For some unfathomable reason I walked from Copenhagen station to the hostel. It was half past six in the morning. The streets were wet and quiet. There were piles of bicycles around central station and hardly any people to be seen, a few African women and some joggers. The sun lit the houses across the lakes in a nice introduction to the city. I had a slow breakfast at the hostel waiting for the day to warm up, and caused one fellow to have an existential crisis when I explained there are about 10 times more microbial cells in and on us than there are human cells. I also caused a few raised eyebrows when I said, “What brings you to, um, where am I?” I had to ask myself a few more times during the day.
No one seemed to have similar plans for the day as me so I was on my own. I was out the door and down the street before thinking of hiring a bike. It was all the bikes that reminded me. I suspect there were more bikes in Copenhagen than people. Entwining handle bars and rubbing tyres, they looked like they multiply overnight. A poster somewhere extolled people to share their spare. I wondered if the bikes parked at central were people’s city bikes, with their nice ones at home for weekend rides.
Turning out of the side street, I nearly walked into a camel being led along the road. Not what I was expecting and judging by the looks it was getting, not a frequent sight on the streets of whatever city I was in. Being on foot meant I saw other things I wouldn’t have seen otherwise. Dead fish blown to one end of one of the lakes and a fenced kids off-leash area, the other extreme to the open square in Hanoi beside 6 lanes of traffic.
I liked the National Museum of Denmark. I finally got to see some old briefs in the Artic section of the ethnographic collection. They little fur numbers that might have been all that was worn when inside, but the display was light on information. The prehistoric elk skeleton was brought to life and sympathy by the explanation that it died in a lake as a result of a hunt that had injured it. The skeleton of the auroch, which I’d never heard of, was just weird because the high spines extending above its spine made it dinosaur like. That it was hunted to extinction about 400 years ago was a reminder that we’ve been doing that for a long time. The reason I’d gone to the museum though was because the displays include a bog body and remains in open coffins from barrows that are more than three thousand years old. But when I saw them, all I could think about was how they would have felt to have about being dug up and put on display.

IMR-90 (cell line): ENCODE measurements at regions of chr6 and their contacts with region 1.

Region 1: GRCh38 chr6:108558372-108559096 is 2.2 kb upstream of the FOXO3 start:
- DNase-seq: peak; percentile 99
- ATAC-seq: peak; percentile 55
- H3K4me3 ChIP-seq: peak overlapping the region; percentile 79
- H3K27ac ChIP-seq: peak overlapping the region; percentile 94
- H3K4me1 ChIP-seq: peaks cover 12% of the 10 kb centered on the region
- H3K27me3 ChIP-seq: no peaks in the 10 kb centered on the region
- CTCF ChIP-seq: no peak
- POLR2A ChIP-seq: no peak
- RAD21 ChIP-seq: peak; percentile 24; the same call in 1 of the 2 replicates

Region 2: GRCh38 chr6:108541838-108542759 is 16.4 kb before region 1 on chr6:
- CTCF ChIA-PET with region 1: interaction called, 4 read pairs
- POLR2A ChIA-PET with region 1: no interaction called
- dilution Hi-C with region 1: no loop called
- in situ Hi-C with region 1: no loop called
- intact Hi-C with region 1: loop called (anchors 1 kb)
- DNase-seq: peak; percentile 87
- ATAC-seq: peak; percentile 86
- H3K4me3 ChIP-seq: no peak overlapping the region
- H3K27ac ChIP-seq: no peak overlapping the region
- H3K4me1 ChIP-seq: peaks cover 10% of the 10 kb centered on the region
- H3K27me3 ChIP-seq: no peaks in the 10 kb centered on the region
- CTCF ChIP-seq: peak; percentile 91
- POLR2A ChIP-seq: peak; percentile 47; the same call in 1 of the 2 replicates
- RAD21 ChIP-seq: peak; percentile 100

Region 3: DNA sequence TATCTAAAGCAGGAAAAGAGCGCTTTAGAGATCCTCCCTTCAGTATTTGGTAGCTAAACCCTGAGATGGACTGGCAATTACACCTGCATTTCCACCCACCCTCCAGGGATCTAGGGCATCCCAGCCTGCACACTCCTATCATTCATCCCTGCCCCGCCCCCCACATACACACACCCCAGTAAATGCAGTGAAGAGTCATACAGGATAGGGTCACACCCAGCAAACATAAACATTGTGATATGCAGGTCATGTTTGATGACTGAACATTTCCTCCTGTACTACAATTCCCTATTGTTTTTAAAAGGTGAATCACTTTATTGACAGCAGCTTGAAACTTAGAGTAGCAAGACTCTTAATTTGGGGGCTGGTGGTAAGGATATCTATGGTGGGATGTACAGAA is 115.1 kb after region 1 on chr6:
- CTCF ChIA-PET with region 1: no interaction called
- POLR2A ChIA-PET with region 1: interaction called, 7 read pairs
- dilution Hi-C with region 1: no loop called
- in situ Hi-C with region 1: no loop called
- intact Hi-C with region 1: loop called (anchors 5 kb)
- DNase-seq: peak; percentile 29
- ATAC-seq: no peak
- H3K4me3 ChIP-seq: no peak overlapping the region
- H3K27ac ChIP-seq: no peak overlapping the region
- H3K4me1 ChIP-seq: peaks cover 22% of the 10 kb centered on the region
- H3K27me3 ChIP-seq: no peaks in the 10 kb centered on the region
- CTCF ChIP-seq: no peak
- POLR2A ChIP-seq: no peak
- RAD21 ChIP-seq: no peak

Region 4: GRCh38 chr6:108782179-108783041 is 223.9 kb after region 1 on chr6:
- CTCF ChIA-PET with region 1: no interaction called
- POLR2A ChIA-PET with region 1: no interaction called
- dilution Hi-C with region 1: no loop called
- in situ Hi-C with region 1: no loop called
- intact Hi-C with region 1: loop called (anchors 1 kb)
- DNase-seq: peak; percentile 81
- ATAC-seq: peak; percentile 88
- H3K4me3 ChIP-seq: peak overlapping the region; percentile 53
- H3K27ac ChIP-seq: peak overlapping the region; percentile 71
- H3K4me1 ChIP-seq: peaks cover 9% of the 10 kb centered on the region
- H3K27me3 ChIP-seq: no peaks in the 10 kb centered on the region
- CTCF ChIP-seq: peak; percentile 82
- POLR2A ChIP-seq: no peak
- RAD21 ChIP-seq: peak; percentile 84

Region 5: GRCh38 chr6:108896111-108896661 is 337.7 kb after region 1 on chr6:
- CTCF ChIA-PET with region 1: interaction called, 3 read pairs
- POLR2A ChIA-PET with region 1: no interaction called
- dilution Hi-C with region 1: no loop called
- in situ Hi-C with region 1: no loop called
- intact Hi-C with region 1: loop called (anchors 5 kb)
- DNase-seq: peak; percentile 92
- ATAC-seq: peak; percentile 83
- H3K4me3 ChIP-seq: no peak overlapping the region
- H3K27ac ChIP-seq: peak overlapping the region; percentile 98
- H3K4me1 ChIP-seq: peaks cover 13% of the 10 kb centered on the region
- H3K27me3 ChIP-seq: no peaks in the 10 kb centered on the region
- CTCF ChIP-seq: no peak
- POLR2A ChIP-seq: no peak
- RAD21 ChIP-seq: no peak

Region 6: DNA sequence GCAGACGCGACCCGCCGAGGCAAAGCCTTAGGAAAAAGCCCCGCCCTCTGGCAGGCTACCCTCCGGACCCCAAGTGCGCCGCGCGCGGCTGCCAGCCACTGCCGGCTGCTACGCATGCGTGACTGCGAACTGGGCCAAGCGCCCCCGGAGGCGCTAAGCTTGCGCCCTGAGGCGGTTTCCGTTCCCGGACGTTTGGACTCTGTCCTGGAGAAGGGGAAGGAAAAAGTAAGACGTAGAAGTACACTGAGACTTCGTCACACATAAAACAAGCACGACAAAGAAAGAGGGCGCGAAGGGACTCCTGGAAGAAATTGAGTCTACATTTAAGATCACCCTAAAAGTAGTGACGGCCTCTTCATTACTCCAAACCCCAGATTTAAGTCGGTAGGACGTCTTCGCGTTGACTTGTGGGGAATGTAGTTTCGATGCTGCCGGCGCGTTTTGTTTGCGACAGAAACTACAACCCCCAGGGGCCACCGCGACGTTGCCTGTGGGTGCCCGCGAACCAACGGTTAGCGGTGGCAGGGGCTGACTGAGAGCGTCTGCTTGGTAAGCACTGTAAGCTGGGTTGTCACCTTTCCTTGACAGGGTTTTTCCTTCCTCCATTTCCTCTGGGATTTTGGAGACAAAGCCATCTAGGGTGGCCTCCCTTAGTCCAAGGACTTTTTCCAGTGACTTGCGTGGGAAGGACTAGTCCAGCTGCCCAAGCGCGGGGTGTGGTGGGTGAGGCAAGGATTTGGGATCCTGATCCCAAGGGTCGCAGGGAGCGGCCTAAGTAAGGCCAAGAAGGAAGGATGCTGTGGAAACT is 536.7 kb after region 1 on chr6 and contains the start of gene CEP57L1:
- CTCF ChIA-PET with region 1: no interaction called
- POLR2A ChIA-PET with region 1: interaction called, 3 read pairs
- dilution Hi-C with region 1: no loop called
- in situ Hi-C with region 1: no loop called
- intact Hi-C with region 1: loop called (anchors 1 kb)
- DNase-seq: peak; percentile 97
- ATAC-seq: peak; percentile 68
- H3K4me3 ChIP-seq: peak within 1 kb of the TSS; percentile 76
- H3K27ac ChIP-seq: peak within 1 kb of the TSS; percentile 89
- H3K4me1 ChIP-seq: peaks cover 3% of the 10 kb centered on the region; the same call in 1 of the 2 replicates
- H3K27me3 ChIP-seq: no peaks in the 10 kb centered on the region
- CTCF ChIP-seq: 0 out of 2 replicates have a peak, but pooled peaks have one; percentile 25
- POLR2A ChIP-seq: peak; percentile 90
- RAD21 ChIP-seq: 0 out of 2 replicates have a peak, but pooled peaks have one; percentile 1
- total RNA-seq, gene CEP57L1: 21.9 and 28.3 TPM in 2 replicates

Next I went looking for the Danish Architecture Centre and its exhibitions for something a bit different. Lesson 1 in Map Making 101: include a scale bar. Nearly all the tourist maps failed, including the one I was using in Copenhagen. I was wandering along when I finally realised that the bridge ahead was not the one I was expecting to see, that the water I’d been beside for the last half hour was a river not a canal, and the ferry services were going the opposite way to what I expected. Somewhere coming out of the museum I’d taken a wrong turn and was on the other side of the river to what I thought and, as a result, going the opposite way to what I had intended. I’d seen some interesting new buildings along the way which made it worthwhile. The gathering rain clouds encouraged me onto the ferry back to where I wanted to be. The rain arrived with me at the stop I needed and I sheltered for a few minutes under a grungy bridge where a fancy restaurant had set up an extreme hipster dining experience. Too cool for me.